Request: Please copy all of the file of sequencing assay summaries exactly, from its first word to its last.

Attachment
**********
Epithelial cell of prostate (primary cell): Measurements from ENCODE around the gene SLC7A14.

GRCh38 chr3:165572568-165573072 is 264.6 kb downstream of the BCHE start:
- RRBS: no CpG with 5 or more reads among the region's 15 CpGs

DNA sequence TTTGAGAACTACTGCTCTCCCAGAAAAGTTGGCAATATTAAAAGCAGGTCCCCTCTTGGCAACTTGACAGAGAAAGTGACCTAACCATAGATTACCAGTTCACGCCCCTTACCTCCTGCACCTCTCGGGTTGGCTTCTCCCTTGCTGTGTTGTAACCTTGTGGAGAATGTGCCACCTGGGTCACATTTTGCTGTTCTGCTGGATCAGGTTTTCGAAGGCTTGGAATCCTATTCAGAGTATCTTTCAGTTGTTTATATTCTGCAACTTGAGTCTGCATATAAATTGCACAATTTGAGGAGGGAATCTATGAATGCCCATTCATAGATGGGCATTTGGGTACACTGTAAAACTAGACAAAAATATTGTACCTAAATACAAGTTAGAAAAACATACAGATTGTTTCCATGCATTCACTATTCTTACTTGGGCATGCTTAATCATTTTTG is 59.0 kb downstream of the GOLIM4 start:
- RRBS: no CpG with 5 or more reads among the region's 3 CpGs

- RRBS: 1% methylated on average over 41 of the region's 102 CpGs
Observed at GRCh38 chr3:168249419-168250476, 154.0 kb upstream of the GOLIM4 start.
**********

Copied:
Epithelial cell of prostate (primary cell): Measurements from ENCODE around the gene SLC7A14.

GRCh38 chr3:165572568-165573072 is 264.6 kb downstream of the BCHE start:
- RRBS: no CpG with 5 or more reads among the region's 15 CpGs

DNA sequence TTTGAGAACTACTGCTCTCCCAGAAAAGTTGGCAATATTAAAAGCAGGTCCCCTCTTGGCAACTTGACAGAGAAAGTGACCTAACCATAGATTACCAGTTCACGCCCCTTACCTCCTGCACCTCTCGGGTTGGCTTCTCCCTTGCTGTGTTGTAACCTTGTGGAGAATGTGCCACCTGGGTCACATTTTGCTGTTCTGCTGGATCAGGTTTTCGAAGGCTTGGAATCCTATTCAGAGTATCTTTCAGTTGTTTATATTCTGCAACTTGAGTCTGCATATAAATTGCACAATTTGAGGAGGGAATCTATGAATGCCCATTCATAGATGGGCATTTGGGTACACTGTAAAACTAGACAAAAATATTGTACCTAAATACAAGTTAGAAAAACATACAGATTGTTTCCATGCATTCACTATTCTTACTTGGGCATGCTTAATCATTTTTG is 59.0 kb downstream of the GOLIM4 start:
- RRBS: no CpG with 5 or more reads among the region's 3 CpGs

- RRBS: 1% methylated on average over 41 of the region's 102 CpGs
Observed at GRCh38 chr3:168249419-168250476, 154.0 kb upstream of the GOLIM4 start.